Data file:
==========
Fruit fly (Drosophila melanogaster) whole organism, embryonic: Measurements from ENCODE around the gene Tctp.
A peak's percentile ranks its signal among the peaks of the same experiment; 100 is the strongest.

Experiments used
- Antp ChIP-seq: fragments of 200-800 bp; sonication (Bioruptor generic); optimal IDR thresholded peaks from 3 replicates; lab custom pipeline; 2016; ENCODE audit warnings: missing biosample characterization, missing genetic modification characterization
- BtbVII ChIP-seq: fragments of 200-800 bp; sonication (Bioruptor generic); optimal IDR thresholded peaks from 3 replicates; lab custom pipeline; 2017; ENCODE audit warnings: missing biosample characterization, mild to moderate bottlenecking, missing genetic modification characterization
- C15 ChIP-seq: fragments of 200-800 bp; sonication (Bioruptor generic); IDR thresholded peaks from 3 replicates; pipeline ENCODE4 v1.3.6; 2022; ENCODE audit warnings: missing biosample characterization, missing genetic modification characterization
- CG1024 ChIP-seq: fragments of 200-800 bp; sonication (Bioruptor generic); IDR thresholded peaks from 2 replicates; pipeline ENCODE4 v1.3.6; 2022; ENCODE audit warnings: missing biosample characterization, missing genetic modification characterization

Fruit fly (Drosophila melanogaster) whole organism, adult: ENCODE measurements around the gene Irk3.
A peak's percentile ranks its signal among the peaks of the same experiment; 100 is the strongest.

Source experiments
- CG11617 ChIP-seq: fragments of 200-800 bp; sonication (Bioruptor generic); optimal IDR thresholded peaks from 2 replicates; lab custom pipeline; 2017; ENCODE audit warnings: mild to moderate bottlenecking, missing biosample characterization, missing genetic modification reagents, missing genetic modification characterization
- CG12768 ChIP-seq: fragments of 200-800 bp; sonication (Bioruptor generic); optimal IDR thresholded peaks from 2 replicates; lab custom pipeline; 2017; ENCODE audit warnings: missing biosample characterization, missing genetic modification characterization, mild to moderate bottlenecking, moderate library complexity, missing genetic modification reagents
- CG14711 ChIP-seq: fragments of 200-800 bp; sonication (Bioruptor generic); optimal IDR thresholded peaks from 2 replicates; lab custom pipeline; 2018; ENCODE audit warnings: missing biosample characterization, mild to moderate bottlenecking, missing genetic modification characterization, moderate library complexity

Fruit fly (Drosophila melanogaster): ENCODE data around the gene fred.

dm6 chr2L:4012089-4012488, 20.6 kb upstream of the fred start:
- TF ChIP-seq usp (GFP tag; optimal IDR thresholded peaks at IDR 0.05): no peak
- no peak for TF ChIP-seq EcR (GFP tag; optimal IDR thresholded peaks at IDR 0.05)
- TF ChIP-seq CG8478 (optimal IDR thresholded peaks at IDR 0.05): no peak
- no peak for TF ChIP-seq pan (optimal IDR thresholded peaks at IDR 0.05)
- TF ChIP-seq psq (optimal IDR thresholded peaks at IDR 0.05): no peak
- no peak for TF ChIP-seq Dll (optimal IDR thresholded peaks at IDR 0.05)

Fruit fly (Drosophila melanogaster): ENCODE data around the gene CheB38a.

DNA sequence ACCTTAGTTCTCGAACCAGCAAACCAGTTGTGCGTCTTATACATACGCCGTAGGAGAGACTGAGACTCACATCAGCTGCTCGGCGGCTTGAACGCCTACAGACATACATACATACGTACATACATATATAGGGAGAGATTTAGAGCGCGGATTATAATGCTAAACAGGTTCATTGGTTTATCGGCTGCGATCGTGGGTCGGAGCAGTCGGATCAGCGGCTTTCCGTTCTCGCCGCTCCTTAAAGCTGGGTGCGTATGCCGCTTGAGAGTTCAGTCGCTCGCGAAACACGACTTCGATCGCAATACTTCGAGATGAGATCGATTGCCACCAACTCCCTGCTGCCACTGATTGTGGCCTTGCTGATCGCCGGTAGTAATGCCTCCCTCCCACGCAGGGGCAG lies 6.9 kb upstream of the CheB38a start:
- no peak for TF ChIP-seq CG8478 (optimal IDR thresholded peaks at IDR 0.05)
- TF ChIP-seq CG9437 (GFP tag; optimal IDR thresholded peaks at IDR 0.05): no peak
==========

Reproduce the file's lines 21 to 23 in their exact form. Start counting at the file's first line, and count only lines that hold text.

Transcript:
- no peak for TF ChIP-seq Dll (optimal IDR thresholded peaks at IDR 0.05)

Fruit fly (Drosophila melanogaster): ENCODE data around the gene CheB38a.

DNA sequence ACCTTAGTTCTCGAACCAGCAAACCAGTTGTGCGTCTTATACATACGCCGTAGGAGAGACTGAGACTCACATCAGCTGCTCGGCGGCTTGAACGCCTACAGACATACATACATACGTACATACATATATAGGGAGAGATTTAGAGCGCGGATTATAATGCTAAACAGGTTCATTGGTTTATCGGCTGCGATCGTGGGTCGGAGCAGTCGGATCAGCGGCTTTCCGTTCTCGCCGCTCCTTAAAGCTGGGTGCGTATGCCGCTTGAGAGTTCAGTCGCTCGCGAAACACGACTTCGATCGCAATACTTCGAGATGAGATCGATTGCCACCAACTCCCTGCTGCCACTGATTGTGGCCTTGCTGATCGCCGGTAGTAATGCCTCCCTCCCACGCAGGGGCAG lies 6.9 kb upstream of the CheB38a start: